familiar: a chignon in the middle of the top of his head, and those small curls that resemble waves of the ocean, spirals, bird’s nests. His plump eyelids were a little ajar: maybe he was observing events around him, maybe he saw and heard things in his sleep. All of his toes peeked out from under the hem of of his robe.
    I wanted to buy the reclining buddha as a present for Mikael whose birthday was coming up in two days, or for my sister who collects buddha sculptures.
    “Ask how much it is,” I told Hiroko.
    The price was twenty thousand yen.
    “That’s very reasonable,” Hiroko said.
    The shopkeeper wrapped the small but weighty buddha in tissue paper and I stuffed him into my bag. I was tired from the temple visits, tired from the delight and overabundance of things to see that Hiroko had predicted, when we returned to meet Mikael who had given his lecture on the taxation of currency transactions at the university.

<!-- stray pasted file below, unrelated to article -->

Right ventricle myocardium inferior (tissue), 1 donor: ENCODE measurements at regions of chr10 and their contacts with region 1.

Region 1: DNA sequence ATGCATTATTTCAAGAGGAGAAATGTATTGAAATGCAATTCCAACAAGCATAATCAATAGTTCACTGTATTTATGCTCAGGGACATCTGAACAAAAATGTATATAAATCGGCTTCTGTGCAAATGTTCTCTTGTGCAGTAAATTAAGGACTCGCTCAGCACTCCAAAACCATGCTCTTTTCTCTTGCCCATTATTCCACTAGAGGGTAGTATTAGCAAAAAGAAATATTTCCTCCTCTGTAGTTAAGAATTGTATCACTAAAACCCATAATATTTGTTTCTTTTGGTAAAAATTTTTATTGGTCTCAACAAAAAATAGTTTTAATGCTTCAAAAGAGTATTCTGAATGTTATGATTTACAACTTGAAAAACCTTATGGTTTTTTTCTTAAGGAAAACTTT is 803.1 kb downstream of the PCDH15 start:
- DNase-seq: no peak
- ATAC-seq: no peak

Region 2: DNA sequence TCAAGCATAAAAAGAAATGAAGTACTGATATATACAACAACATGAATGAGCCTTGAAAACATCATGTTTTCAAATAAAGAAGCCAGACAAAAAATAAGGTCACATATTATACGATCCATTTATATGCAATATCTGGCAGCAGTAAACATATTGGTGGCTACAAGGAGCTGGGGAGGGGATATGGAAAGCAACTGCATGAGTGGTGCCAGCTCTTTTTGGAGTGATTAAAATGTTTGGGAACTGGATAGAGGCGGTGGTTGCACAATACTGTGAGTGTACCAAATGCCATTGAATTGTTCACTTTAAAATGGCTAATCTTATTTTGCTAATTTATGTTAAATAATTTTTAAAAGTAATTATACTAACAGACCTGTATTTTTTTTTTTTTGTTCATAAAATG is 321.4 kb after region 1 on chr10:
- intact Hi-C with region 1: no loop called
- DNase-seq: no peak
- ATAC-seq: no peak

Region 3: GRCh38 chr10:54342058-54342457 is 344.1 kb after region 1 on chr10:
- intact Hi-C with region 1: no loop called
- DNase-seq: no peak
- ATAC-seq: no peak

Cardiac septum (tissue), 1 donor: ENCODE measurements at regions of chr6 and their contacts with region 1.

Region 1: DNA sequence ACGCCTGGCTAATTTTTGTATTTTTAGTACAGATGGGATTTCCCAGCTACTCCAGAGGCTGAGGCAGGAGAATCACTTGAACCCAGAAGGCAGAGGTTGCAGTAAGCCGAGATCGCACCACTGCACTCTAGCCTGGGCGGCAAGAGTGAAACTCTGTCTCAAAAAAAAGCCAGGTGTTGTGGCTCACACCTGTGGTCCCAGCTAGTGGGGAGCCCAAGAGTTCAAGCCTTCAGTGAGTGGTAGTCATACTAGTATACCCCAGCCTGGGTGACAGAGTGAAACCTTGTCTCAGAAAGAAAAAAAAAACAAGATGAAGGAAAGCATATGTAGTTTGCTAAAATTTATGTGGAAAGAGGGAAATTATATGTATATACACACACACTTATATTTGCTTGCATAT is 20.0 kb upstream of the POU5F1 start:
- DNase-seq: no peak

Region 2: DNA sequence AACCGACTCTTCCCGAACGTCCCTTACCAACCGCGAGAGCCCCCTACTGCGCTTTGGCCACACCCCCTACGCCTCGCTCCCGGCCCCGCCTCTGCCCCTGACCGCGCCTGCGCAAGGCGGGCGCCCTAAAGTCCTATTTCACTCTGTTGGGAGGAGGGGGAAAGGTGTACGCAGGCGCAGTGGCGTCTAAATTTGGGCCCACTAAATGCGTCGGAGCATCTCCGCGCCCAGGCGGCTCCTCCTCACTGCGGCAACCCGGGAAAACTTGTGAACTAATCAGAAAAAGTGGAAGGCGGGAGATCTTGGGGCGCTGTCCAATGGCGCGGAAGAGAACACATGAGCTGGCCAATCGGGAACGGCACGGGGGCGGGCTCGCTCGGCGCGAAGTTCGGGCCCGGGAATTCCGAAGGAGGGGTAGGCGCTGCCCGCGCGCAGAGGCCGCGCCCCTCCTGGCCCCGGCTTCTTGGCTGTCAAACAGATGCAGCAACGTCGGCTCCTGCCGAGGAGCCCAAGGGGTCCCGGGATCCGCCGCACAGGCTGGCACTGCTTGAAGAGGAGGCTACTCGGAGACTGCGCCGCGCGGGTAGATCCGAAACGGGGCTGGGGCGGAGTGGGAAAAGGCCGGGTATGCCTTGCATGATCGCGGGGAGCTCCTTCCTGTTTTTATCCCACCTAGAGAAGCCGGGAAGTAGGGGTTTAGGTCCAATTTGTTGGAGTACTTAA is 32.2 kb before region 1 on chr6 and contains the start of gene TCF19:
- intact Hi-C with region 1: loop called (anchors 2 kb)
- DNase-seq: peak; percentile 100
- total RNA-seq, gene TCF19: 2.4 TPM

We dined at a restaurant that served only buckwheat noodles
-- Hiroko’s recommendation. The air in the place was quite stuffy, but a rosemary bush grew in the back yard, and every time someone opened the door to the yard, its scent wafted in to join the hot odor of the buckwheat.
    We spent our two nights in Kyoto in a painter’s studio. We walked there on Philosopher’s Lane, alongside a canal, in the deep shade of great big trees. I don’t remember what kind they were, but they still had leaves on them even that late in the fall.
    When I showed the buddha to our hostess, her face lit up. She turned the sculpture this way and that and stroked the folds of its bronze robe. “In Japan, buddhas either sit or stand, they never lie down,” she said. “This must come from Thailand.”
    “How old do you think it is?”

Created with Stone Design's Create® at 2005-08-01 21:57:19 +0300